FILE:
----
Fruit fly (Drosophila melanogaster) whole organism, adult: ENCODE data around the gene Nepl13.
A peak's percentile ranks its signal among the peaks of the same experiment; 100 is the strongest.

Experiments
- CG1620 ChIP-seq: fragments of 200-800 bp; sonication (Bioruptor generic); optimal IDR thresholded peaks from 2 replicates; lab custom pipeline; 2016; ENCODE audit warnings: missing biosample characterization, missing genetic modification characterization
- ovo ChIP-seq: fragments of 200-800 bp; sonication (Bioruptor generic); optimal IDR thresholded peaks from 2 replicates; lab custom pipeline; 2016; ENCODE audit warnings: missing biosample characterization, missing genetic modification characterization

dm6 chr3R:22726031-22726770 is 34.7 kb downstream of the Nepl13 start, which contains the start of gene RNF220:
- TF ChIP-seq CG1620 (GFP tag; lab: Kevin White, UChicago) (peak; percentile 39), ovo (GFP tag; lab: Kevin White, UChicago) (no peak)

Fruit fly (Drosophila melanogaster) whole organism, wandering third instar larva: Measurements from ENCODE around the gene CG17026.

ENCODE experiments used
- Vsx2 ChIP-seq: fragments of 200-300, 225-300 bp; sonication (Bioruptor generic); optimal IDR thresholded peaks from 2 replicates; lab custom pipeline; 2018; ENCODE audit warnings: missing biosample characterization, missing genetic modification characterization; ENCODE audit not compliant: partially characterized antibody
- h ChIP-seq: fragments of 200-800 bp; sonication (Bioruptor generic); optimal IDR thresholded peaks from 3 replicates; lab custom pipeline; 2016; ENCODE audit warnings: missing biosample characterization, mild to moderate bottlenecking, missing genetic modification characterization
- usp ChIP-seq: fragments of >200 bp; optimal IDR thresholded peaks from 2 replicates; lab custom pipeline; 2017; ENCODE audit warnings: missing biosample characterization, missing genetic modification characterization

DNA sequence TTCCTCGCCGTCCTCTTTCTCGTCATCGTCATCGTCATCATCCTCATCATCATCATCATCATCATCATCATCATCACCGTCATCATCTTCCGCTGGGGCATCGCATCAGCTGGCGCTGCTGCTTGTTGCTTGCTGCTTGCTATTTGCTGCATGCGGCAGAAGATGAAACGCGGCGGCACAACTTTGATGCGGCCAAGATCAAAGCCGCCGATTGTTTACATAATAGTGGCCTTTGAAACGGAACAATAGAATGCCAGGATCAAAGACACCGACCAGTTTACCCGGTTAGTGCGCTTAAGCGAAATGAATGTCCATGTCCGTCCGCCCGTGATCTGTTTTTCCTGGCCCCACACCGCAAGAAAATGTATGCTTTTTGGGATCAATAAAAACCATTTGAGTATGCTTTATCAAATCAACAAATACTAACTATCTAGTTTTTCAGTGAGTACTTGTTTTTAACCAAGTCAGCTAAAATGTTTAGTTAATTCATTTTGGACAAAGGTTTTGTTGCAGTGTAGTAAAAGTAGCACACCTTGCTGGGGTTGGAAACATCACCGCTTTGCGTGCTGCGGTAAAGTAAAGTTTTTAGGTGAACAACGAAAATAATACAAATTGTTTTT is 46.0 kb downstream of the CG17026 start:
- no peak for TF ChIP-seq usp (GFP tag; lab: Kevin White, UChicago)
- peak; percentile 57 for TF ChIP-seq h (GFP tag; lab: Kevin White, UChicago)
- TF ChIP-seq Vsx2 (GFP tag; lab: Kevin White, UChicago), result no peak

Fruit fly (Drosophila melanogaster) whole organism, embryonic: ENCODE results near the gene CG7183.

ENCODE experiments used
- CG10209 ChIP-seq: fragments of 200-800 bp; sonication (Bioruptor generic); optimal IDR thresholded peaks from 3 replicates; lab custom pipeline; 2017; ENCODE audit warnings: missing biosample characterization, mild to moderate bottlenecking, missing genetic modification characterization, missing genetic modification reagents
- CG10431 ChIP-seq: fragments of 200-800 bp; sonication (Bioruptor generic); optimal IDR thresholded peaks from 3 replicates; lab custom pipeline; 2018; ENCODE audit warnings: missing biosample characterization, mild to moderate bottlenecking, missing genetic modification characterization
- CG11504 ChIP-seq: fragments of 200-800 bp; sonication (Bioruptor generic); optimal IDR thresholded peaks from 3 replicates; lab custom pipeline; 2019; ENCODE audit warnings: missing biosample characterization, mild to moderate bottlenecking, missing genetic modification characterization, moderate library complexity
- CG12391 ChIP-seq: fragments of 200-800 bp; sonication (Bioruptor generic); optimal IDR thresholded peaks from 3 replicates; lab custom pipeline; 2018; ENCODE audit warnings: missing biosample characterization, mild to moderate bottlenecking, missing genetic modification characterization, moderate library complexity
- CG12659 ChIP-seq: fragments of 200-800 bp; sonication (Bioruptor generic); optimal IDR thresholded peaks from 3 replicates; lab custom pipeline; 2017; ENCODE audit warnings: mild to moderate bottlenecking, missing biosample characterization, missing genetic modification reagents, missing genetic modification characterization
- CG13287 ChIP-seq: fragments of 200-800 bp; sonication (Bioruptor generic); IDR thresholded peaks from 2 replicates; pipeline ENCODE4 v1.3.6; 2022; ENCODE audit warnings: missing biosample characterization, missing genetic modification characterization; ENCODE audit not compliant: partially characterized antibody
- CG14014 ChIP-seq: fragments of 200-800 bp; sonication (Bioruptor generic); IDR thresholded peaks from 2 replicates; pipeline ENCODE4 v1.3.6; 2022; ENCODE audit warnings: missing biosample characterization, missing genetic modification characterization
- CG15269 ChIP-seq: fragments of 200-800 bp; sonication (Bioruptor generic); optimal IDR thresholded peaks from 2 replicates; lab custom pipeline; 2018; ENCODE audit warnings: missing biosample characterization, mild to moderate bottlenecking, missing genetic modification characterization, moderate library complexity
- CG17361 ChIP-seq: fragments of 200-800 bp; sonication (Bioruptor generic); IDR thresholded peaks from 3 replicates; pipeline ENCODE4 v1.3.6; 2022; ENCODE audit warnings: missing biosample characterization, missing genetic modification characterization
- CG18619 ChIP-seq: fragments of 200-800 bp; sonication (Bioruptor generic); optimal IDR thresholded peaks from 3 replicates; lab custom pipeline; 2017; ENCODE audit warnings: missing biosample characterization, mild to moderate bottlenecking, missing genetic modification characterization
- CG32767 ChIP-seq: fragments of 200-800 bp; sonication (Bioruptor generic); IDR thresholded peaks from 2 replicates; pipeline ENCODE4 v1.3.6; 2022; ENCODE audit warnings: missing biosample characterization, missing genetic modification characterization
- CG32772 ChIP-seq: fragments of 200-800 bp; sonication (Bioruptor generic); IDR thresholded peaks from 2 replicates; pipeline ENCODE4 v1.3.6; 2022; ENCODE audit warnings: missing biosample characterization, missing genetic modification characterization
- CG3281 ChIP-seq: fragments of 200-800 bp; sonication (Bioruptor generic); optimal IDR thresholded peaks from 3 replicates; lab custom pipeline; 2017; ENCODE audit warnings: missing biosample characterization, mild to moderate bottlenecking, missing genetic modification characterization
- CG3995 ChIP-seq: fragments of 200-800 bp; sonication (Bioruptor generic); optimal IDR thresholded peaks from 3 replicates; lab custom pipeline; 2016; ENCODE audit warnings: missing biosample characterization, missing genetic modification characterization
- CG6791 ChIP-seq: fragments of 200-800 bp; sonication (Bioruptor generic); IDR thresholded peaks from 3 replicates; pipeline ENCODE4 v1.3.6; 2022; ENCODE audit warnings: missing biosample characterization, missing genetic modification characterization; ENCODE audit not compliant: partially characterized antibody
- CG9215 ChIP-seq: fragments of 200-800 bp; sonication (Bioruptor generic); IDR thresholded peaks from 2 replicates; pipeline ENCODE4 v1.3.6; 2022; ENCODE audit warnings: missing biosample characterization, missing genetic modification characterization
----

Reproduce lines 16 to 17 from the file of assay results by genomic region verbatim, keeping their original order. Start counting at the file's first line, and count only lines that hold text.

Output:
- TF ChIP-seq Vsx2 (GFP tag; lab: Kevin White, UChicago), result no peak

Fruit fly (Drosophila melanogaster) whole organism, embryonic: ENCODE results near the gene CG7183.